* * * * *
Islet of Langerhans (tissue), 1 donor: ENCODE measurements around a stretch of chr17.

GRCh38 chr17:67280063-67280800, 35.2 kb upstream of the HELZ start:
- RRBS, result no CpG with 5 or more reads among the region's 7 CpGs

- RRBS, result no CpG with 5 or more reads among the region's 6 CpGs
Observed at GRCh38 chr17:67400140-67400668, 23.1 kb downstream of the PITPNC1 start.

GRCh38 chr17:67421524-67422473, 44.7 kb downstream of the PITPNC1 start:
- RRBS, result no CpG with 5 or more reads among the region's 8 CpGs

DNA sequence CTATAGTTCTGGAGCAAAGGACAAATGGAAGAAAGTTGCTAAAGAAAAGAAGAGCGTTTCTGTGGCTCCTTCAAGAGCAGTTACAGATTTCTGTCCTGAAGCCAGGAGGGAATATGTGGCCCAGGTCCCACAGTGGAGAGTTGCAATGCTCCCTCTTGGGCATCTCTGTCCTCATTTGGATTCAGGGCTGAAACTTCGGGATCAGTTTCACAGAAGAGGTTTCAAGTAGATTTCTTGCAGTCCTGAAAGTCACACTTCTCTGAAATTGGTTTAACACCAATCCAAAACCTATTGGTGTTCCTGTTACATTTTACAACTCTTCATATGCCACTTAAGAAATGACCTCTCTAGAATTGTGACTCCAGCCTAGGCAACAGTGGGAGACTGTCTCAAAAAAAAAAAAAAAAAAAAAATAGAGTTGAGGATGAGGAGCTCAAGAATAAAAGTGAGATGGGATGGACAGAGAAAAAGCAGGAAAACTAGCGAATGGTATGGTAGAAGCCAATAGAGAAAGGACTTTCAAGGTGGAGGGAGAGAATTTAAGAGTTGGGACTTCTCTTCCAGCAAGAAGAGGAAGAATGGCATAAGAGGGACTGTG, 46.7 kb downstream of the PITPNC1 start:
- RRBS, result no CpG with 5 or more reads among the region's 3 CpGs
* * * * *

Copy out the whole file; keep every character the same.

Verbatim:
Islet of Langerhans (tissue), 1 donor: ENCODE measurements around a stretch of chr17.

GRCh38 chr17:67280063-67280800, 35.2 kb upstream of the HELZ start:
- RRBS, result no CpG with 5 or more reads among the region's 7 CpGs

- RRBS, result no CpG with 5 or more reads among the region's 6 CpGs
Observed at GRCh38 chr17:67400140-67400668, 23.1 kb downstream of the PITPNC1 start.

GRCh38 chr17:67421524-67422473, 44.7 kb downstream of the PITPNC1 start:
- RRBS, result no CpG with 5 or more reads among the region's 8 CpGs

DNA sequence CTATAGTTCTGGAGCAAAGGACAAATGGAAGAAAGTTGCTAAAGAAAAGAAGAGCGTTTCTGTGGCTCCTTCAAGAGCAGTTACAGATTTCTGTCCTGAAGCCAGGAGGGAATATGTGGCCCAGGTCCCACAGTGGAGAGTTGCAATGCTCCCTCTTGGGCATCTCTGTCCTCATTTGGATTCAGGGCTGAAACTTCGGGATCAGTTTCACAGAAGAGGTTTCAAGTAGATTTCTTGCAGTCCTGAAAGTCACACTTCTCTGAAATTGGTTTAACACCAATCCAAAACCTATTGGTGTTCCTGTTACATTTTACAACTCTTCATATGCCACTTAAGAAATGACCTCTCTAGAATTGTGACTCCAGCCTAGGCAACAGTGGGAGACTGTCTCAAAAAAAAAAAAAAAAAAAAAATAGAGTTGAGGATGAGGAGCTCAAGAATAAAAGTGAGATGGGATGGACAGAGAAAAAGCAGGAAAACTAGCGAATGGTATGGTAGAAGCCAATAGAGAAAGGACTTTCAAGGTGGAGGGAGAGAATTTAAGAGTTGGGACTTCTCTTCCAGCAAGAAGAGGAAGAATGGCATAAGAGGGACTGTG, 46.7 kb downstream of the PITPNC1 start:
- RRBS, result no CpG with 5 or more reads among the region's 3 CpGs